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The Kaluga Sturgeon Is the World's Largest Freshwater Fish

Imagine many different species of fish all scattered around Eurasia and suddenly, all the fish swim away – and then the Kaluga Sturgeon appears. There is a lot to learn about this fish, such as its size, length, body, and whether or not it's a threat to human beings.

The Kaluga Sturgeon is a predator and one of the biggest fishes that have been discovered in Eurasia. This fish is also known for having bones instead of cartilage. Another reason the Kaluga Sturgeon is unique relates to its dinosaur-like scales, which give it a prehistoric look. Taxonomists keep questioning why this species of fish is completely harmless to humans, unlike most other fish of its size. This sturgeon actually tends to stay away from humans.

Although Kaluga Sturgeon are enormous in comparison to humans, they are peaceful creatures until they feel in danger. Their weight is what attracts fishermen the most. The Kaluga Sturgeon can weigh an incredible 2,205 pounds (1,000 kilograms), which taxonomists say is the heaviest they can get. The Kaluga Sturgeon can grow up to 18.6 Feet (5.6 meters) in length, making it the largest freshwater fish in the world. In fact, many fishermen that have caught the Kaluga Sturgeon say that they thought they were catching the King Salmon instead.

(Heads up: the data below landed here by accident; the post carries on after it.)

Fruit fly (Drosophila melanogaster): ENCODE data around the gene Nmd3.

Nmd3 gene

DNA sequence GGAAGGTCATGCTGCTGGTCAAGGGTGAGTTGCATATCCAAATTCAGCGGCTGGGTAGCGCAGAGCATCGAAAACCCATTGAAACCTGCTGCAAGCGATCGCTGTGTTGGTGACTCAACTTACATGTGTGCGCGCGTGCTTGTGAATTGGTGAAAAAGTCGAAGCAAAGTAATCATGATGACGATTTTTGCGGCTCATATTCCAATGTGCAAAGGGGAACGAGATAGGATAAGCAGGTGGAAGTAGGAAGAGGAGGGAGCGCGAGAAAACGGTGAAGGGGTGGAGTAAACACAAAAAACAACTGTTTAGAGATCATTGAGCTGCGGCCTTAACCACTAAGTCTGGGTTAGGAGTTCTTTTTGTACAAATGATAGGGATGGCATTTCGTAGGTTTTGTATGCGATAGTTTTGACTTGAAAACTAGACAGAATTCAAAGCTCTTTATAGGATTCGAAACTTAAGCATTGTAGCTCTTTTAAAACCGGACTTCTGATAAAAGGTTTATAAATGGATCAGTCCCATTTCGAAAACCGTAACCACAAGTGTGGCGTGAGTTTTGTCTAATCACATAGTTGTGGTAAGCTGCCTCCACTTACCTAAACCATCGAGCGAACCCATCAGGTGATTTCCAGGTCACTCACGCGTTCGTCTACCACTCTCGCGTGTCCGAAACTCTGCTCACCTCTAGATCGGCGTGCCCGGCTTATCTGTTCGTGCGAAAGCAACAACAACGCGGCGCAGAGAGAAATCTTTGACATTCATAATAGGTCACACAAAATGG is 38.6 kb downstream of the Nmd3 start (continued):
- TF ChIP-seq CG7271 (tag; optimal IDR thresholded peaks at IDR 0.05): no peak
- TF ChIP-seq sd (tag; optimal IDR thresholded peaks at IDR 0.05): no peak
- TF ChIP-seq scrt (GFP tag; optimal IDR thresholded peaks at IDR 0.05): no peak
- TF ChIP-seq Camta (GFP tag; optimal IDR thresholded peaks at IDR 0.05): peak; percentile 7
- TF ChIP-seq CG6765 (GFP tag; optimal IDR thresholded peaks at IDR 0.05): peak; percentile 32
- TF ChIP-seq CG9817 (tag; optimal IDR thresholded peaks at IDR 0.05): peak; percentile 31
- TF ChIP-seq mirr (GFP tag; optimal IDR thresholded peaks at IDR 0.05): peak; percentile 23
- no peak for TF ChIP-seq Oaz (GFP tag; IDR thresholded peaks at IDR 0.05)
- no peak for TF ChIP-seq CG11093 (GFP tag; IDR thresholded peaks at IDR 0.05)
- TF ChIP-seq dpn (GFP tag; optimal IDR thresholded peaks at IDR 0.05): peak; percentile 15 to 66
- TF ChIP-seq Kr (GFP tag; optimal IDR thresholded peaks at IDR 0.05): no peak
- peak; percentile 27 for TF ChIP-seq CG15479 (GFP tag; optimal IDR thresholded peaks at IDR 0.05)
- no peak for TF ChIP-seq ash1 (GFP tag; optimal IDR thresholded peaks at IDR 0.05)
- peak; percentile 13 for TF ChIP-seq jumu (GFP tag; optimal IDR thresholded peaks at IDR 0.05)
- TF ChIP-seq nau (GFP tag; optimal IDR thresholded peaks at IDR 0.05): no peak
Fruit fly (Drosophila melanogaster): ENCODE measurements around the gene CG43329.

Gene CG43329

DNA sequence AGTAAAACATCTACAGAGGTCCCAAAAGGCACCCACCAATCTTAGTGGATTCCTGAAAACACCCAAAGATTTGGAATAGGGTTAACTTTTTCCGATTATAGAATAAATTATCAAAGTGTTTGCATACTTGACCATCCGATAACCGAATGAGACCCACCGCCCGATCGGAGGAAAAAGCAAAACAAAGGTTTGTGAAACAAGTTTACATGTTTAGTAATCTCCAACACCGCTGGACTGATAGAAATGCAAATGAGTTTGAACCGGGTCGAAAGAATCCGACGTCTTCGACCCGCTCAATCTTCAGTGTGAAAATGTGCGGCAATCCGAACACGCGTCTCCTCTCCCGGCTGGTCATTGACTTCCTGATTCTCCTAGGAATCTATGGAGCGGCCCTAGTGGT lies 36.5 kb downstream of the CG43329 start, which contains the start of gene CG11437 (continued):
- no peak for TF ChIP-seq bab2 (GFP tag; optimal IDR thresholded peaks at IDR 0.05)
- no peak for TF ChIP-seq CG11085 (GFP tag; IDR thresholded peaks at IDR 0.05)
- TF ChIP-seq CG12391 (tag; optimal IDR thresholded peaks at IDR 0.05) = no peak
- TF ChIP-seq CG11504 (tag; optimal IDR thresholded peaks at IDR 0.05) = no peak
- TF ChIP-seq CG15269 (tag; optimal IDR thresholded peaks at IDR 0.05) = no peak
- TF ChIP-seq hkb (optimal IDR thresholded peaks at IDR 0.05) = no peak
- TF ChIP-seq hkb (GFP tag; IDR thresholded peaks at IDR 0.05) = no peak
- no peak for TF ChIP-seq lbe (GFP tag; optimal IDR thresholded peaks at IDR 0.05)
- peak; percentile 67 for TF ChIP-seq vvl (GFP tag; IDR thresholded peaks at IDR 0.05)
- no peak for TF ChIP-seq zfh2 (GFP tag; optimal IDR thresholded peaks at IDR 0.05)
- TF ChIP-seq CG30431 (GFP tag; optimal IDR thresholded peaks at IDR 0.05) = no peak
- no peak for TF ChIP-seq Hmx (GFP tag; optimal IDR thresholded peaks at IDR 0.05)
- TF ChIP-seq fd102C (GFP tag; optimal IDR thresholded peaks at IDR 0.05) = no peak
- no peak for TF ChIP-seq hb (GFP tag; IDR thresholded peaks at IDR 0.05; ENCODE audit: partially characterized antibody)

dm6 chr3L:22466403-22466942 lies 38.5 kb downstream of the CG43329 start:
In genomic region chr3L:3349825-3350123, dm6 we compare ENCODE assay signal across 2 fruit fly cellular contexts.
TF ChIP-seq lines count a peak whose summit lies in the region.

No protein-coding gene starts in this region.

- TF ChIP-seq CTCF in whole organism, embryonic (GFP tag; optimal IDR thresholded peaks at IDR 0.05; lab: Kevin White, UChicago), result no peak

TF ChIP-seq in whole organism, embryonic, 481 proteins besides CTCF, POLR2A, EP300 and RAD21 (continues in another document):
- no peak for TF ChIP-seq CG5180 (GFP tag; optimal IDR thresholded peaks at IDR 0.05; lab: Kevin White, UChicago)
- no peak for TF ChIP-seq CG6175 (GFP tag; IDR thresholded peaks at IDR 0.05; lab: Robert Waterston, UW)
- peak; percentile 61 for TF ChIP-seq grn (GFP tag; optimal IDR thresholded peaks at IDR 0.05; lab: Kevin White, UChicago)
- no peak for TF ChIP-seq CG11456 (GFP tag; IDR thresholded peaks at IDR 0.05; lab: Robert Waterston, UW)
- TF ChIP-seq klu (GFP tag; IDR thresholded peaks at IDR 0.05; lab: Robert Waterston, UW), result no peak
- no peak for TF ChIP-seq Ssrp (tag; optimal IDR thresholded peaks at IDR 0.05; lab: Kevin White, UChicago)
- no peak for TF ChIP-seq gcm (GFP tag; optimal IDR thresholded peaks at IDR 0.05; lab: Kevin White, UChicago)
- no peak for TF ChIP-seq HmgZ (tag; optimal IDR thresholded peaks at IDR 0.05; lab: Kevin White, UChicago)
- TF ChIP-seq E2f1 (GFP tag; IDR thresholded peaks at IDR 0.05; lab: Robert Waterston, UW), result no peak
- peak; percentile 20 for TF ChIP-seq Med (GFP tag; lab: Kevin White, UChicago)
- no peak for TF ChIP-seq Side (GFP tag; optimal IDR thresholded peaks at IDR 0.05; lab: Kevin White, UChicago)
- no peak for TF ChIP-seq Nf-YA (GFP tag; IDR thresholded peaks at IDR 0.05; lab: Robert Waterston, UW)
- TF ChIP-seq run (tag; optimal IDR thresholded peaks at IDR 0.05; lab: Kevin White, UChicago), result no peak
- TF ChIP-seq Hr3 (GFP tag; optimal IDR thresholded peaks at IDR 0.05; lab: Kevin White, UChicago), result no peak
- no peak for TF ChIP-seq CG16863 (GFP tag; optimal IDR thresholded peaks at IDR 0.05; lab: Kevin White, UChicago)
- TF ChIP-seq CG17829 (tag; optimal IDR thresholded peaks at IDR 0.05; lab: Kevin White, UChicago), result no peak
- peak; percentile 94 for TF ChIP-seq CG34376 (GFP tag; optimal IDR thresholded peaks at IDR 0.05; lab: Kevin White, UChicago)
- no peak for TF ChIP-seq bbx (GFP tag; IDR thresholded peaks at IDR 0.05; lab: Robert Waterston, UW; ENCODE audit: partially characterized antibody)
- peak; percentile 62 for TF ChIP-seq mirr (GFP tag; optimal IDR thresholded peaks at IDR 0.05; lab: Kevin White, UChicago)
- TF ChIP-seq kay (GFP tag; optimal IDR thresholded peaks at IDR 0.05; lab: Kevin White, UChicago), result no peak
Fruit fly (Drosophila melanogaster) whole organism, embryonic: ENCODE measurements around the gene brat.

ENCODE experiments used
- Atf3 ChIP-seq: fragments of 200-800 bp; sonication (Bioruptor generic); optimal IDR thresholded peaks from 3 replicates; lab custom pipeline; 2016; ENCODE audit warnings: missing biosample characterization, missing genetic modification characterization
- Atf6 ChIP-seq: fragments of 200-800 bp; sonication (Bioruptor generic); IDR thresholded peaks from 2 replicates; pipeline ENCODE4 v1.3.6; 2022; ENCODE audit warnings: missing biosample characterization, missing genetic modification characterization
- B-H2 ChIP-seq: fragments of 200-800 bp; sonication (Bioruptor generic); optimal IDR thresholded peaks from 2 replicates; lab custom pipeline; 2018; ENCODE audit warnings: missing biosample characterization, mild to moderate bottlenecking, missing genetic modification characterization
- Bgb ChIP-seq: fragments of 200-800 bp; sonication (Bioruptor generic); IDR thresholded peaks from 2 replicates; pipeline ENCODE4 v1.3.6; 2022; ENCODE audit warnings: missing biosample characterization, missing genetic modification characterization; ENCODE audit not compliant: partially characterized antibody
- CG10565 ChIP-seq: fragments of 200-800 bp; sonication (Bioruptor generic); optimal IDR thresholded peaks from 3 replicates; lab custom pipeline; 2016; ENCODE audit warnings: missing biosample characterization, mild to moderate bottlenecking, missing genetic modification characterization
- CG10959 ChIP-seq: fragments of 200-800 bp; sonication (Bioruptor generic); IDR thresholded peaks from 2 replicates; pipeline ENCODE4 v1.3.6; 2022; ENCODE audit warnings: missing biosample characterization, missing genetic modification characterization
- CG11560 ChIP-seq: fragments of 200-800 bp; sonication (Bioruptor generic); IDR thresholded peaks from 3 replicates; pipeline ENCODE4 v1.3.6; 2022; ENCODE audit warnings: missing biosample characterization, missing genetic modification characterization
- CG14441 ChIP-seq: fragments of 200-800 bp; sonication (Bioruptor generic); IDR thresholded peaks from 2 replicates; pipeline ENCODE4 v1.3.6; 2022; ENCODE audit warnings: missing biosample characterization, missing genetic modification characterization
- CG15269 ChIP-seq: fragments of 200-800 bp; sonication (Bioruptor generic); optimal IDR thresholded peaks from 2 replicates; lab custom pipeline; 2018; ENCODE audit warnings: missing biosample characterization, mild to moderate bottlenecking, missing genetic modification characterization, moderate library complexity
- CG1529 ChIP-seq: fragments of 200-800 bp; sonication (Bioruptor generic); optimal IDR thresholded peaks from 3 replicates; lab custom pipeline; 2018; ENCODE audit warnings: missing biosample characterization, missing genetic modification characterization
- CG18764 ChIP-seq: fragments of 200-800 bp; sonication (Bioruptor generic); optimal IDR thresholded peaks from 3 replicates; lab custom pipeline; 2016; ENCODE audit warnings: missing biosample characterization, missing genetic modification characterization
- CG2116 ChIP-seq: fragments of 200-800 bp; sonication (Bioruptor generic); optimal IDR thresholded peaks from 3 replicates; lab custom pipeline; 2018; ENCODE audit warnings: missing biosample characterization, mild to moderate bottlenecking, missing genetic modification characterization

Some taxonomists were astonished to find out that this fish had a lifespan of up to more than 70 years. A famous location to find the Kaluga Sturgeon is the Amur River in Asia, however, over the course of their lives, these fish will move from freshwater to saltwater locations. Since the Kaluga sturgeon can live in fresh and saltwater, it can consume fish from both environments. As an omnivore, this fish can also eat plants.

This species is fascinating to learn about, and is a crucial member of our aquatic ecosystems. Unfortunately, the Kaluga sturgeon is in danger of becoming extinct due to pollution and overfishing, unless humans stop harming the ocean.

[Sources: ocean.org; oceanconservationscience.org]

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